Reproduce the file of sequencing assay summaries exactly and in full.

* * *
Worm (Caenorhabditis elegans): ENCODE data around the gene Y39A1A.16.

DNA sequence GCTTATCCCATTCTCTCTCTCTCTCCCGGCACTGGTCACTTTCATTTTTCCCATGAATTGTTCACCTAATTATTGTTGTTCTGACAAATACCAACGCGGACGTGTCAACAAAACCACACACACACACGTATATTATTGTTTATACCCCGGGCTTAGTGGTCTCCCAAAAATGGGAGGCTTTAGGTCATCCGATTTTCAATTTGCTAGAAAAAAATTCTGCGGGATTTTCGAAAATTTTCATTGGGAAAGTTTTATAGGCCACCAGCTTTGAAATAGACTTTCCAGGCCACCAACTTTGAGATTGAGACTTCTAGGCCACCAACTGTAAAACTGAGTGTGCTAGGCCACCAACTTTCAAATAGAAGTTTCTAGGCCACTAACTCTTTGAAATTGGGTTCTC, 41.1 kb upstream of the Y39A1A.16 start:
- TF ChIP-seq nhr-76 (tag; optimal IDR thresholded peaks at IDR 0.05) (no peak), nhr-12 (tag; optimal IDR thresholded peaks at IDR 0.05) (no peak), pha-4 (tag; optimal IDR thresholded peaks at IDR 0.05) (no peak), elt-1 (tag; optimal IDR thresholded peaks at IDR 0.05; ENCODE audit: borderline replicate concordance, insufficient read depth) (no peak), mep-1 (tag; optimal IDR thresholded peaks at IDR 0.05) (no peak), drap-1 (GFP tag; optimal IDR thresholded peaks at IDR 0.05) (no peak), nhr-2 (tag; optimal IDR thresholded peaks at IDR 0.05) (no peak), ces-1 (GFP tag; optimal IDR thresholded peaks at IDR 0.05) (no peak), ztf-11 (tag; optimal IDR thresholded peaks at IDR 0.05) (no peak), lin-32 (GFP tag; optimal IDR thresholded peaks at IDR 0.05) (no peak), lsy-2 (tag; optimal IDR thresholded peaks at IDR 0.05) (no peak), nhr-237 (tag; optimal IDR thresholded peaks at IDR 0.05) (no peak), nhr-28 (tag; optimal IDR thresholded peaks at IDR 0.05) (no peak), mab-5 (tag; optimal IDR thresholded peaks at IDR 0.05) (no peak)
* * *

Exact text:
Worm (Caenorhabditis elegans): ENCODE data around the gene Y39A1A.16.

DNA sequence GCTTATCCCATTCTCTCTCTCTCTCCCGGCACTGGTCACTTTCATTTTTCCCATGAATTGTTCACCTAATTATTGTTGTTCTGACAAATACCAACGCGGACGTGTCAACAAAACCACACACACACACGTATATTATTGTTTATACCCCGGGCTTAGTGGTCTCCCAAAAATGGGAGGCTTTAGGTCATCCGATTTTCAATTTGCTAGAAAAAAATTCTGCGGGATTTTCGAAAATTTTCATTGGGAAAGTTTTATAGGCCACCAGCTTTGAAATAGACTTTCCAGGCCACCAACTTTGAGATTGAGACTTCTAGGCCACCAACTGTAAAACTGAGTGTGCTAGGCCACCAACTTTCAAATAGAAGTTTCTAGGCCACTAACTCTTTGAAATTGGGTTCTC, 41.1 kb upstream of the Y39A1A.16 start:
- TF ChIP-seq nhr-76 (tag; optimal IDR thresholded peaks at IDR 0.05) (no peak), nhr-12 (tag; optimal IDR thresholded peaks at IDR 0.05) (no peak), pha-4 (tag; optimal IDR thresholded peaks at IDR 0.05) (no peak), elt-1 (tag; optimal IDR thresholded peaks at IDR 0.05; ENCODE audit: borderline replicate concordance, insufficient read depth) (no peak), mep-1 (tag; optimal IDR thresholded peaks at IDR 0.05) (no peak), drap-1 (GFP tag; optimal IDR thresholded peaks at IDR 0.05) (no peak), nhr-2 (tag; optimal IDR thresholded peaks at IDR 0.05) (no peak), ces-1 (GFP tag; optimal IDR thresholded peaks at IDR 0.05) (no peak), ztf-11 (tag; optimal IDR thresholded peaks at IDR 0.05) (no peak), lin-32 (GFP tag; optimal IDR thresholded peaks at IDR 0.05) (no peak), lsy-2 (tag; optimal IDR thresholded peaks at IDR 0.05) (no peak), nhr-237 (tag; optimal IDR thresholded peaks at IDR 0.05) (no peak), nhr-28 (tag; optimal IDR thresholded peaks at IDR 0.05) (no peak), mab-5 (tag; optimal IDR thresholded peaks at IDR 0.05) (no peak)